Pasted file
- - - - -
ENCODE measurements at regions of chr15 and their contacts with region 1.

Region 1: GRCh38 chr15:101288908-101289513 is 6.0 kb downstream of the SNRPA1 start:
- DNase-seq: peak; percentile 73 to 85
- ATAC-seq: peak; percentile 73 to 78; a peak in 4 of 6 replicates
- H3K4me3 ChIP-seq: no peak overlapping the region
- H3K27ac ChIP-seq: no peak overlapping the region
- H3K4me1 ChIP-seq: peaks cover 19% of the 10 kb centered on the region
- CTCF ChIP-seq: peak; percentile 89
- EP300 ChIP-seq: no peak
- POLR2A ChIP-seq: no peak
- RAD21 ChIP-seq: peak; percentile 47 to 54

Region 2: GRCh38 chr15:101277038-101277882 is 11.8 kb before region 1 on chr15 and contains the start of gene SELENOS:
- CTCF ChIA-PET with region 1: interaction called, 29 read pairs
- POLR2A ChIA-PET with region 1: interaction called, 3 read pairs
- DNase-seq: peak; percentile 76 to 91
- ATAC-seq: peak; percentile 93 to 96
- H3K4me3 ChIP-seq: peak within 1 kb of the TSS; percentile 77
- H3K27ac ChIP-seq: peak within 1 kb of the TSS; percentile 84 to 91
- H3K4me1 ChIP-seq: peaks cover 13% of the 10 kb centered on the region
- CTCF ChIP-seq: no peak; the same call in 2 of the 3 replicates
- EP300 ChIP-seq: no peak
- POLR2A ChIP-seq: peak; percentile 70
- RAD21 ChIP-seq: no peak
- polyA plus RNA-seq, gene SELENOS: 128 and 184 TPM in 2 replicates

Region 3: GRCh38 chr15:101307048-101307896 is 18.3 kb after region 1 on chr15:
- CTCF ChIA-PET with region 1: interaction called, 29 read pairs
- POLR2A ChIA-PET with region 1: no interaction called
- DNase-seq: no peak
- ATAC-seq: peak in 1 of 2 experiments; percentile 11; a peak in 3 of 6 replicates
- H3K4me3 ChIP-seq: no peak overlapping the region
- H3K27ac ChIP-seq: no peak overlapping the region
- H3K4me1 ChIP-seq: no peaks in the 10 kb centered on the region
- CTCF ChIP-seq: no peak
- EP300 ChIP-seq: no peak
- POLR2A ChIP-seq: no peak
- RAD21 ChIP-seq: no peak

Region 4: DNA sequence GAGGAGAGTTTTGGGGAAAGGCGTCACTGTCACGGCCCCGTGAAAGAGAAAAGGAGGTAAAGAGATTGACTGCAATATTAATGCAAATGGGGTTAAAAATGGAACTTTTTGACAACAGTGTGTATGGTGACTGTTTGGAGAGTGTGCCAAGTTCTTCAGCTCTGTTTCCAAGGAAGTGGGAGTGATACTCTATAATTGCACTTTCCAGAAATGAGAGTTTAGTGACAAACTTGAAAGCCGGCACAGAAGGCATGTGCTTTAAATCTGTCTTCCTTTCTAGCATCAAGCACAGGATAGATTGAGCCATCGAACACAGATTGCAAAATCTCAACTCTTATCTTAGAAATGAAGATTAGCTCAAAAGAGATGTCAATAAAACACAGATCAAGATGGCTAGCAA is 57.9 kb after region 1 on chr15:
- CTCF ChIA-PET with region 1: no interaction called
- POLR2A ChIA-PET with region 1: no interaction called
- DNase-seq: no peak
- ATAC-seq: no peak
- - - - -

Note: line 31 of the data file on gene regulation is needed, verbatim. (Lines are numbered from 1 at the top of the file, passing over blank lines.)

- H3K27ac ChIP-seq: no peak overlapping the region